After months of negotiation and protests, the university's largest union agreed to 2 percent raises in 2019 and 2020, as well as employer-paid transit passes.
The largest employees union at the University of Washington ratified a two-year contract last week, but the exact wage increase will depend on whether the university can get more funding from the Legislature.
After stopping traffic, staging walkouts and protesting in the office of UW President Ana Mari Cauce the past few months, 93 percent of Service Employees International Union (SEIU) Local 925 voted to ratify the final contract offer from the university.
SEIU 925, which represents around 7,000 academic and research staff and medical center employees, agreed to a 2 percent raise in July 2019 and 2 percent more in 2020, with the possibility of an additional 2 percent each year in “locality” pay to reflect the regional cost of living, if funding is obtained from the Legislature.
State Rep. Gerry Pollet, D-Seattle, an instructor at the UW School of Public Health, said there seems to be strong support for locality pay.
“I’m sure there will be pushback, but I think there has been a mental breakthrough that we have to pay teachers more based on where they are in the state, and employees, too,” Pollet said.
Two other unions also received the same wage increase offer on Sept. 25. SEIU Local 1199 has already ratified a contract for 40 research and Hall Health Center nurses. Members of the UW chapter of the Washington Federation of State Employees will vote beginning Oct. 5. Greg Devereux, executive director of the state organization, said the union is recommending members vote against the contract because the wage increase is low compared to other contracts in the region.
WFSE unions at other public universities in the state ratified contracts with 3 percent increases in 2019 and 2020, and community colleges and general government employees in King County will receive 5 percent locality pay on top of that next year, Devereux said.
General government contracts are paid by the state, but state funding provides less than 30 percent of UW contract funding, university spokesperson Victor Balta said in an email. Recruitment and retention increases for several thousand employees and free transportation passes will also result in additional compensation, he said.
The 2 percent increase is the same as what other unions, as well as faculty and staff, received this year, Balta said. This is also the rate the president’s salary has increased the past two years.
The consumer price index in Seattle rose 3.1 percent between August 2017 and August 2018, according to the Bureau of Labor Statistics.
The university will partner with the unions that ratify the contract to request funding from the Legislature for the additional wage increases, Balta said.
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“We’re planning on hopefully moving together to get all members the locality pay,” said Rhonda Johnson, SEIU 925 chapter vice president and an infant-care specialist at the UW Medical Center. “Leadership is hoping that the university sticks to the plan.”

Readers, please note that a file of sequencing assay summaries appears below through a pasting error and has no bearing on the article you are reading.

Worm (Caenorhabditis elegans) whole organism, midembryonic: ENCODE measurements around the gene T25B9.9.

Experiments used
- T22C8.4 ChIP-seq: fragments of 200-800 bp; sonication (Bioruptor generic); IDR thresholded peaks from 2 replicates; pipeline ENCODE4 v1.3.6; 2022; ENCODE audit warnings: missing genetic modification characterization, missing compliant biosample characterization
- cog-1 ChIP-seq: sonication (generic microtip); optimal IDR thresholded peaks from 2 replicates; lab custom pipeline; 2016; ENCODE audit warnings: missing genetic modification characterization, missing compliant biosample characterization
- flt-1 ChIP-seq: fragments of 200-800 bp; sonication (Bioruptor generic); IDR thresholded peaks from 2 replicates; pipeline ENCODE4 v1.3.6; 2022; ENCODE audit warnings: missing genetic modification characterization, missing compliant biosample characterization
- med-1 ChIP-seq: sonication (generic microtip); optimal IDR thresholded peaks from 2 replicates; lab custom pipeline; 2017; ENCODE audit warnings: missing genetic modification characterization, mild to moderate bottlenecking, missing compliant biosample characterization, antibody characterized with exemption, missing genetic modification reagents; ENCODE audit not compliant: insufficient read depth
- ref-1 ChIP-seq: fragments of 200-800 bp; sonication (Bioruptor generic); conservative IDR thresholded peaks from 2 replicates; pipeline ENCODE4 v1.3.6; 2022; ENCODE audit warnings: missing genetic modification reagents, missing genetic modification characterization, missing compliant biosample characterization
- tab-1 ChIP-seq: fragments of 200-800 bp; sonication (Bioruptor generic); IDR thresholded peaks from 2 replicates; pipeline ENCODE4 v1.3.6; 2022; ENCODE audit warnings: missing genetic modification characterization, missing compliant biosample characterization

SEIU 925 also pushed through language preventing the UW from contracting out work that results in layoffs and some of its proposed measures to address institutional racism, Johnson said.
The contract also includes employer-paid transit passes starting July 2019, which organizations such as the Transit Riders Union pushed for. The Washington State Nurses Association and UAW 4121 at UW also pushed for transit passes — although they are not in the middle of contract negotiations — as did the American Federation of Teachers union at UW, which has been in mediation with the university after its contract expired in June 2017.
In June, UW teaching assistants, researchers and grad-student employees in UAW Local 4121 ratified a contract from the university, which included 2 percent pay raises each year for the next three years. The contract included a clause tying it to the outcome of the coalition of unions bargaining, such as the transit-pass provision, Balta said. If WFSE, which is part of that coalition, does not agree to the contract, the university will work to address the transit passes with the student employee union “in good faith,” Balta said.
The university will continue to subsidize 41 percent of the cost of passes for all other staff and faculty, Balta said.
When the Seattle City Council gave preliminary approval for the UW growth plan in September, it changed the university’s goal to decrease students and employees commuting to campus alone by 2028 from 15 percent to 12 percent. The UW currently charges employees $150 per quarter for transit passes. Nearly 40 percent of faculty and staff drove alone to campus in 2017.
UAW 4121’s post-doctorate union, which formed in the spring, will be negotiating with the university in the future, said Brian Weitzner, a member of the bargaining committee. Weitzner said the university’s agreement to wage increases and transit passes with other unions gives him hope going into the first scheduled meeting with the university on Oct. 12.